Comprehensive Guide to Children’s Issues in Divorce Cases

guide to children issues singapore

The numerous factors involved when it comes to children’s matters in divorce proceedings can make things very confusing.

This list simplifies the essential information you need to ensure a smooth divorce process for both you and your children.

1. Important Legal Terminology & Concepts

It is important to be aware of relevant legal terminology and concepts to understand what Court orders are in place with regard to your divorce and what your rights are with regard to your children.


The party awarded custody is empowered to make long-term decisions regarding all aspects of the upbringing of the child (e.g. which school the children go to, major medical decisions, etc.).

The Court will usually make an order for joint custody. This is to ensure that both parents have a responsibility to bring the child up in the best way possible. Also, the child has the right to the guidance of both his parents.

An order of sole custody to one parent is only made in exceptional circumstances. Just because parents display an animosity towards each other during litigation does not warrant the granting of sole custody (Understanding Child Custody).

The Court may also choose not to make an order for custody since the law automatically gives both parents joint custody of every child, even after divorce.

Care and Control

An order for care and control dictates who the child lives with, and who is authorised to make daily, short-term decisions for the child.

Typically, the Court grants an order for sole care and control to one parent, who then becomes the child’s primary caregiver. The other parent (who does not live with the child) will be granted reasonable access to the child.

An order for joint care and control is rare when the parties have a bitter relationship with each other, as it is difficult to agree on the small day-to-day decisions of the child.

Alternatively, an order for shared care and control means that the child spends time living with each parent. That parent then becomes the child’s primary caregiver for the duration that the child lives with him or her (Case Studies).


Access refers to the opportunities that the parent without care and control would have to spend time with the child.

The Court can make many different types of access orders, which may be quite detailed. Access can be reasonable or liberal, scheduled or specified. It can include overnight access if the child is old enough (Child Access Arrangements).

Further orders on access that the Court may make include the following:

  • Overseas and holiday access and on special occasions like birthdays, public holidays etc.
  • Access facilitated by technology such as video calls
  • Supervised access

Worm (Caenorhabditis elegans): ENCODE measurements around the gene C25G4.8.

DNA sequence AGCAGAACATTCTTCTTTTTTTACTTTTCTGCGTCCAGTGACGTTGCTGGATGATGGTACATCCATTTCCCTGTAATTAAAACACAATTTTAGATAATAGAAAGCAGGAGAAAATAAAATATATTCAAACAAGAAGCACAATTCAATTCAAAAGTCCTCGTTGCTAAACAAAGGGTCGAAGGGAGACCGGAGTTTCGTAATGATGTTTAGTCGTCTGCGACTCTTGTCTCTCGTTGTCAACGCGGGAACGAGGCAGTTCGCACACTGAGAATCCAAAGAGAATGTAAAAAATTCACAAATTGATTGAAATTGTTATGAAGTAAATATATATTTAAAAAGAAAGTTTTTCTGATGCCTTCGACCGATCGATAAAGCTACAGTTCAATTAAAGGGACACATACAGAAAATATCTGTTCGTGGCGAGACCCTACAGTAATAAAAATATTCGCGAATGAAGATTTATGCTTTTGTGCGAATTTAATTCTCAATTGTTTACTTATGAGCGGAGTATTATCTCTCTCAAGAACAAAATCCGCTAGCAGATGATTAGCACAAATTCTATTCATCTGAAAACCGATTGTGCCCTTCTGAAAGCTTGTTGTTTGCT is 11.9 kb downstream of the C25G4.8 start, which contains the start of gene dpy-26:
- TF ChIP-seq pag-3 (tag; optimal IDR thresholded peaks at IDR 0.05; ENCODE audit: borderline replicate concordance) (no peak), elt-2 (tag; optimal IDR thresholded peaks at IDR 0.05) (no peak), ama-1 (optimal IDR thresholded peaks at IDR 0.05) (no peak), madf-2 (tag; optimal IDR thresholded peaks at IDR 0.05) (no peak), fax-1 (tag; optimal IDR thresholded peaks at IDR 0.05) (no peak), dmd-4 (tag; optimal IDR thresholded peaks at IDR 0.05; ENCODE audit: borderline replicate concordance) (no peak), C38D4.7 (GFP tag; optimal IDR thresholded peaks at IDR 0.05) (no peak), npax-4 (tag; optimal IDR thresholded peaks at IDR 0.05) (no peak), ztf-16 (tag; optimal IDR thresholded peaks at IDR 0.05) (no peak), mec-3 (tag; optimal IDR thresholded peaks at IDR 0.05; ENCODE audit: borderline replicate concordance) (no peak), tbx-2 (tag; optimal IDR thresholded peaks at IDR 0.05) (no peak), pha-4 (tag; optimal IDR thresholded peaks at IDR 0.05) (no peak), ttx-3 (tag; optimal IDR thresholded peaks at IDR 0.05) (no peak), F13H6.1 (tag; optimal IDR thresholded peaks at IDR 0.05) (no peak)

• Conditions imposed on access (e.g. not allowing a party’s new partner to be present during access times)


Maintenance of a child refers to payment of the child’s expenses. Both parents have a duty of maintaining the child.

The primary consideration in a maintenance application will be the child’s needs, which are balanced against each parent’s ability to pay. The Court will then determine the proportion of the child’s expenses that each parent must pay (Calculating Child Maintenance).

Relocation Application

If either party wishes to relocate the children to another country, they must make a relocation application to the Court. If there is a custody order in place, neither parent can take the child out of Singapore, except with both parents’ written consent or leave of court.

In a relocation application, the Court will balance the child’s loss of relationship with the parent who is left behind against the reasonableness of the relocating parent’s wishes (Relocation and Child Custody Disputes).


Interim orders are temporary orders that are put in place until the final orders are made by the Court. Interim orders can be made for custody, care and control, access and maintenance (Care and Control Interim Application).

“Welfare of the child is paramount”

In any order that the Court makes in relation to a child, the paramount consideration is the welfare of the child. The Court’s consideration of the welfare of the child will override the wishes of both parents and the wishes of the child (if they are of an age to express an independent opinion).

The welfare of the child is not measured in money or physical comfort alone. The child’s moral and religious well-being as well as ties of affection will also be considered together with his or her physical well-being (Welfare Principle).

Read more: Factors Affecting Child Custody in a Singapore Divorce

2. Collecting Evidence For Divorce Proceedings

Evidence will be the backbone of your lawyer’s submission to the Court. It is of utmost importance to collect as much evidence as you can, in an organised manner.